Everything You Need to Know About Sheet Metal Tools

Sheet metal tools are among the most commonly used tools in an aircraft technician’s tool chest. They are so frequently employed, in fact, that it is possible to take them for granted — especially when it comes to exploiting their full range of...

Adams: Pan American Tool offers a double margin drill bit that, if used in place of a standard jobber drill bit, can improve the quality of the hole by 50 to 60 percent. As well, these bits eliminate the need for reaming in most applications.

AMT: What is the most common mistake made in the handling of sheet metal tools?

Messner: In my opinion, I think it’s foolish to handle sheet metal without gloves or without first deburring the edges. The edges of the piece can be razor sharp and have been the cause of many trips to the hospital for stitches. Although gloves and deburring won’t eliminate all those accidents, it will sure help. A simple, cheap deburring tool is all you need to take the edge off. It only takes a second or two to be safe.

Adams: Knowing the materials you are drilling and using proper feed and speed to lengthen the life of the cutting tool. The rule of thumb is the harder the material, the slower the speed and the higher the feed rate. Be sure to check metal cutting handbooks for exact speed and feed rates.

Messner: It’s also important to have a large, clean bench to work on. Keep your sheet metal clean and free of scratches or nicks and bends. Have a safe, protected place to store it flat until you’re ready to use it.

AMT: What are the most important things to know about the care of sheet metal tools?

Messner: Sheet metal tools are no different than any other tool when it comes to care and maintenance. Keeping them clean is a start. Be sure to lubricate or grease those that require it on a scheduled basis.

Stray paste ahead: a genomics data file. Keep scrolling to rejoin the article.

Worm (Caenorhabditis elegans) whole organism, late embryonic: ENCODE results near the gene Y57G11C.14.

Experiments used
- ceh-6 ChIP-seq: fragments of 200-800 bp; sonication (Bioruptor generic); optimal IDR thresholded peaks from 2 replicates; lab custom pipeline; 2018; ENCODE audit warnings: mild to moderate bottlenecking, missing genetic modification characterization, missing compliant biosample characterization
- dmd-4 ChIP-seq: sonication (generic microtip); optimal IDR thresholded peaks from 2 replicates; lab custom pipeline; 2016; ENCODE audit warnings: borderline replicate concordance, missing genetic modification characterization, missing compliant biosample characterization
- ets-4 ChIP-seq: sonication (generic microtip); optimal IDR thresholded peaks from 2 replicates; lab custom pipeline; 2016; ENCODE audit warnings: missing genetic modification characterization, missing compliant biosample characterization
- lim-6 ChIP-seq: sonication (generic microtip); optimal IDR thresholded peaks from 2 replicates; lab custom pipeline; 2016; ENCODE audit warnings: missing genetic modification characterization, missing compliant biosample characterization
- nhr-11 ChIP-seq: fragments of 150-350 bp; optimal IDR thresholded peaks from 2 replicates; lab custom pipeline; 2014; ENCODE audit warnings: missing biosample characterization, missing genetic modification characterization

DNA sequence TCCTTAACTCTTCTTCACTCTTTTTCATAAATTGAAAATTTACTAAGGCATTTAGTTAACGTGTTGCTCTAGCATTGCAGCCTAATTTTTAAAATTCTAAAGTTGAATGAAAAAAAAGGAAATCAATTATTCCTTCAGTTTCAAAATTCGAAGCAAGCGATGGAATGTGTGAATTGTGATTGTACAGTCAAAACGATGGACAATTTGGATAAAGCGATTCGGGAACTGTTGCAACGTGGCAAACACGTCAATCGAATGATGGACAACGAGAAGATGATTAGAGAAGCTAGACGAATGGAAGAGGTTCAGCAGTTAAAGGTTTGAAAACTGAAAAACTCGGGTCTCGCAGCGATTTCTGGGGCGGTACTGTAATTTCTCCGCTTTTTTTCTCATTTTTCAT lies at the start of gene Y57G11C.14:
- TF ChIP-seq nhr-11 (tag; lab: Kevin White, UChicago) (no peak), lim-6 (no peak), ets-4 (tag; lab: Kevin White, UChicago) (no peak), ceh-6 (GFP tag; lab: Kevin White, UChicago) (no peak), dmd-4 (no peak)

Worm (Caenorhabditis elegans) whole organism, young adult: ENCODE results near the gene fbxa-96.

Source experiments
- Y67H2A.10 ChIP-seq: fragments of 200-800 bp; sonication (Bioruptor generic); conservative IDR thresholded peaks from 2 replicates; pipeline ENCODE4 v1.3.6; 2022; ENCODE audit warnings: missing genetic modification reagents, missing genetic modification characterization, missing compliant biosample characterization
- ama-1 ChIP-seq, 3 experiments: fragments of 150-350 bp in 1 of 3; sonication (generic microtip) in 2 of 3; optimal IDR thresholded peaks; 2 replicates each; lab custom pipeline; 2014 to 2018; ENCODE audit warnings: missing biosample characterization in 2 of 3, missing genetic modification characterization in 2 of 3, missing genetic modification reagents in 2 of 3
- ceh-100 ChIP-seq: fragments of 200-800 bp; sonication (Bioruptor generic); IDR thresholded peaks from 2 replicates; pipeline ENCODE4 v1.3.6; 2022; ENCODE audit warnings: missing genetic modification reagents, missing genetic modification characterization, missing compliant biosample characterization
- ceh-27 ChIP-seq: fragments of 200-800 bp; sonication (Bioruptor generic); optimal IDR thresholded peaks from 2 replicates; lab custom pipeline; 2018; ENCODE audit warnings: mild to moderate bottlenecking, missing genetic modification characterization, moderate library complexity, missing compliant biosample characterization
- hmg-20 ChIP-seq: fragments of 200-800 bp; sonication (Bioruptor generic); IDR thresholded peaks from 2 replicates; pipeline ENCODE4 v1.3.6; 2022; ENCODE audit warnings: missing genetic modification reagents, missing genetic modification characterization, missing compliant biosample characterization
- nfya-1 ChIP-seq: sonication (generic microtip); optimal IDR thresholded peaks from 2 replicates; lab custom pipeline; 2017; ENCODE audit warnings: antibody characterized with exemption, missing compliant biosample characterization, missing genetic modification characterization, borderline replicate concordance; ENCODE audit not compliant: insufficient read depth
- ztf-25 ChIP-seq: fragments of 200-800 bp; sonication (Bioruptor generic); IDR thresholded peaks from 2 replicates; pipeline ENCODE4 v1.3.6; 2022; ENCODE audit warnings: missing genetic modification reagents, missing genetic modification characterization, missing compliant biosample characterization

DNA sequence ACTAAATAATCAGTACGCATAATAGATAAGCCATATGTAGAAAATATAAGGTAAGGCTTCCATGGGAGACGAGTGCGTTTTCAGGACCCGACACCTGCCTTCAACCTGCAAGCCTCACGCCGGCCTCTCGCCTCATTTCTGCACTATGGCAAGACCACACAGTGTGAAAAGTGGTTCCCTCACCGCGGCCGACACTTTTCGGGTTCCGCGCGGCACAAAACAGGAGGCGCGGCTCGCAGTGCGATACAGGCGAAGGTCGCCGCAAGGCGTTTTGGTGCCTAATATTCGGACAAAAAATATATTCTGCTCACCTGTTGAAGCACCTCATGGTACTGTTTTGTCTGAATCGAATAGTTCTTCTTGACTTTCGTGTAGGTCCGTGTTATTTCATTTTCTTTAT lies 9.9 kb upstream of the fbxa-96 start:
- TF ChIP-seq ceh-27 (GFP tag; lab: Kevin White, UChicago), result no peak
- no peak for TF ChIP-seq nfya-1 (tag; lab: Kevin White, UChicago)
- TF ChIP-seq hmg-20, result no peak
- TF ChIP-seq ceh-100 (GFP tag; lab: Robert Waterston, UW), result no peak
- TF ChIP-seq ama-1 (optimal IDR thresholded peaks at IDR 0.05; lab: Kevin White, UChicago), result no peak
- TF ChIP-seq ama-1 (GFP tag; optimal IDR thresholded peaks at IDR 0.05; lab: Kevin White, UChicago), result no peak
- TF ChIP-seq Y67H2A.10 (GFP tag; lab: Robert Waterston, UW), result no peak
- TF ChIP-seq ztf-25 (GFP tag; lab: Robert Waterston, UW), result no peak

Adams: The maintenance such as oiling of pneumatic tools is very important in ensuring their longevity. Over-oiling can lead to premature failure, drastically shortening the life of all components in the motor housing. Not oiling prior to storage can cause rust to seize internal parts due to moisture in the compressed air system.

Messner: Sharpen or replace dull cutting tools like drill bits, shear and saw blades, countersink pilots, and aviation snips, just to name a few.

If you’re using air tools like drills or rivet hammers, be sure you have an inline lubricator, filter, and regulator. Nothing is worse than dirt or water getting into an air tool.

As well, be sure to wipe your tools down before putting them away for the day.

AMT: Finally, what advances has your company made in sheet metal tool design?

Adams: We implemented a drill system (Nova kit) with 16 interchangeable heads housed in a portable case for use in the field or in the hangar.

Messner: One of the hottest items we have been working on is our new tungsten bucking bars. The use of a tough grade tungsten allows us to make very high-quality bars to our own design or custom-made to our customers’ drawings. The repetitive hammering, and the resulting impact shock transmitted to an operator using a conventional bar, has been known to be a big contributor to technicians developing carpal tunnel syndrome. The tungsten bar absorbs much more of that shock, sets the rivet quicker, and helps reduce the chance of developing carpal tunnel. Once the mechanic has a chance to use these new bars, he’ll never want to use his old ones.

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